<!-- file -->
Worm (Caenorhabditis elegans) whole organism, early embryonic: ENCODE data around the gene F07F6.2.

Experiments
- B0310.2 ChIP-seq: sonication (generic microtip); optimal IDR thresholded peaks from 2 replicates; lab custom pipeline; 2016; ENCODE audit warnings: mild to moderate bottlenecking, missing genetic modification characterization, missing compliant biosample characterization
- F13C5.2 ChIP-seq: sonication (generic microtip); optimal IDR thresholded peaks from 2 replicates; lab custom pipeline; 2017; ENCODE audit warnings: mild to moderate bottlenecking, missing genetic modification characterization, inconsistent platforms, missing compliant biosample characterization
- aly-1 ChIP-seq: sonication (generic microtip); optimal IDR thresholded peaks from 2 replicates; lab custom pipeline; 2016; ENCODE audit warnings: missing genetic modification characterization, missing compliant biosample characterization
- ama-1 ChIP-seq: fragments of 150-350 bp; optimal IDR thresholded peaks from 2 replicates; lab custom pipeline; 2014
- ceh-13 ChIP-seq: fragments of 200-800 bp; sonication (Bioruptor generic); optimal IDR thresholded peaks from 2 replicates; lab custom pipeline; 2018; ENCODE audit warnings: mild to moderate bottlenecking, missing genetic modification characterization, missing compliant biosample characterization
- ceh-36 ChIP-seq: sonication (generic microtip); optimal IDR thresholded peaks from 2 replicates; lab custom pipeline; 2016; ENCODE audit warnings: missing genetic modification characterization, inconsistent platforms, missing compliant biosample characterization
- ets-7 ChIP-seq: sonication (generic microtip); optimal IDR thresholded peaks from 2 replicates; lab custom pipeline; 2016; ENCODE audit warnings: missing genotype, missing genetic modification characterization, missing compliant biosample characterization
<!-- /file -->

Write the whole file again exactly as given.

Worm (Caenorhabditis elegans) whole organism, early embryonic: ENCODE data around the gene F07F6.2.

Experiments
- B0310.2 ChIP-seq: sonication (generic microtip); optimal IDR thresholded peaks from 2 replicates; lab custom pipeline; 2016; ENCODE audit warnings: mild to moderate bottlenecking, missing genetic modification characterization, missing compliant biosample characterization
- F13C5.2 ChIP-seq: sonication (generic microtip); optimal IDR thresholded peaks from 2 replicates; lab custom pipeline; 2017; ENCODE audit warnings: mild to moderate bottlenecking, missing genetic modification characterization, inconsistent platforms, missing compliant biosample characterization
- aly-1 ChIP-seq: sonication (generic microtip); optimal IDR thresholded peaks from 2 replicates; lab custom pipeline; 2016; ENCODE audit warnings: missing genetic modification characterization, missing compliant biosample characterization
- ama-1 ChIP-seq: fragments of 150-350 bp; optimal IDR thresholded peaks from 2 replicates; lab custom pipeline; 2014
- ceh-13 ChIP-seq: fragments of 200-800 bp; sonication (Bioruptor generic); optimal IDR thresholded peaks from 2 replicates; lab custom pipeline; 2018; ENCODE audit warnings: mild to moderate bottlenecking, missing genetic modification characterization, missing compliant biosample characterization
- ceh-36 ChIP-seq: sonication (generic microtip); optimal IDR thresholded peaks from 2 replicates; lab custom pipeline; 2016; ENCODE audit warnings: missing genetic modification characterization, inconsistent platforms, missing compliant biosample characterization
- ets-7 ChIP-seq: sonication (generic microtip); optimal IDR thresholded peaks from 2 replicates; lab custom pipeline; 2016; ENCODE audit warnings: missing genotype, missing genetic modification characterization, missing compliant biosample characterization